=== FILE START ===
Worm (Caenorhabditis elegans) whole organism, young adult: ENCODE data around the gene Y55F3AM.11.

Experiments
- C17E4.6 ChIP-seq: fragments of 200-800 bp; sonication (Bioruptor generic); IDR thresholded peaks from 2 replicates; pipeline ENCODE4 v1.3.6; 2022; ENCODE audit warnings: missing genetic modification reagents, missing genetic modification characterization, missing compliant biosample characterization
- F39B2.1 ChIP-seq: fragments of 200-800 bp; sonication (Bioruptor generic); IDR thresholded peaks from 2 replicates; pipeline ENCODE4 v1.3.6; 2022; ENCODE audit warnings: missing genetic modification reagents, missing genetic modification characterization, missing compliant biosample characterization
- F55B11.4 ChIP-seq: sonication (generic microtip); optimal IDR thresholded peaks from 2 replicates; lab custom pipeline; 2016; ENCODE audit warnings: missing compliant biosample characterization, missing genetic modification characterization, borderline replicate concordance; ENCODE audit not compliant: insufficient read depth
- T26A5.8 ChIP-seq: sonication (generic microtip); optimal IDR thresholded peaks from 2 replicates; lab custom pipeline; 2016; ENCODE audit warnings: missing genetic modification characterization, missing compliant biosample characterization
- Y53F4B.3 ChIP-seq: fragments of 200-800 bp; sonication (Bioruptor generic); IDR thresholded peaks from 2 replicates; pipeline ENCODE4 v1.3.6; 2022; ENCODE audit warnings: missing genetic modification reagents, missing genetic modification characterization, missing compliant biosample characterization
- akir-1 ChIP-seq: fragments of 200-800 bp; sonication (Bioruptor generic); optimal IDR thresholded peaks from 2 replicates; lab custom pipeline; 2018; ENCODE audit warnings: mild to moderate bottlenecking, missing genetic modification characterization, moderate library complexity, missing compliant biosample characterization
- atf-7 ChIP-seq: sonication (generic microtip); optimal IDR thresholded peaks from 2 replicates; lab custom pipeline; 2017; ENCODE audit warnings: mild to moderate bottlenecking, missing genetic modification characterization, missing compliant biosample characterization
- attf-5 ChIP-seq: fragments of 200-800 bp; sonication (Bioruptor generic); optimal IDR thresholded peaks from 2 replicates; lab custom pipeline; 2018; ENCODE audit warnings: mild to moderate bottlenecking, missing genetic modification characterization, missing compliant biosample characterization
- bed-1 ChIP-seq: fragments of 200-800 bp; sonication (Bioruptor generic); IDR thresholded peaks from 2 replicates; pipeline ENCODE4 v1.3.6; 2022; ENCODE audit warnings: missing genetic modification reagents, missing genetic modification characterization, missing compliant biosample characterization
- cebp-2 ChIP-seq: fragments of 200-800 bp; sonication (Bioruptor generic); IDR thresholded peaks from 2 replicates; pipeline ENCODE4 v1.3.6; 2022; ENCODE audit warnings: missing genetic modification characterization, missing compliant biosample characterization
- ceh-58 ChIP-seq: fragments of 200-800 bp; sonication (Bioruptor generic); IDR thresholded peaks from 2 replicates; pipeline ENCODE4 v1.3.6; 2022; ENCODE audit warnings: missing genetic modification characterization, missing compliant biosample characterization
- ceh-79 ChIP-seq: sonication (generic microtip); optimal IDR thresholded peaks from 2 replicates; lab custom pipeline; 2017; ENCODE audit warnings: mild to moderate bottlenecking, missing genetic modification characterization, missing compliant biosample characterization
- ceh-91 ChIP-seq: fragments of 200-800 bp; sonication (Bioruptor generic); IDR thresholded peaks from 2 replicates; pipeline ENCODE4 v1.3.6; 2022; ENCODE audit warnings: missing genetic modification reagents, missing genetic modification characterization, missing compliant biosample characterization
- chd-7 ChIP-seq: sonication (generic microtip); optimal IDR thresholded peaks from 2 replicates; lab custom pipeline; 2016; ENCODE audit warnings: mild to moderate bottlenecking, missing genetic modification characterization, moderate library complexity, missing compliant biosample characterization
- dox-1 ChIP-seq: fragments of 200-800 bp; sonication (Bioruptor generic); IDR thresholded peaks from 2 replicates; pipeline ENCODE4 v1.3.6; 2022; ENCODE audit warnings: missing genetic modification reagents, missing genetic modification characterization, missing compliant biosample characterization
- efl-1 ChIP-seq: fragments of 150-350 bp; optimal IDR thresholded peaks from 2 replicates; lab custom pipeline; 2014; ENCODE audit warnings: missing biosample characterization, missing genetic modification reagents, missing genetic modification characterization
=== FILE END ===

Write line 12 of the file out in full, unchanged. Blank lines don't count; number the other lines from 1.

- cebp-2 ChIP-seq: fragments of 200-800 bp; sonication (Bioruptor generic); IDR thresholded peaks from 2 replicates; pipeline ENCODE4 v1.3.6; 2022; ENCODE audit warnings: missing genetic modification characterization, missing compliant biosample characterization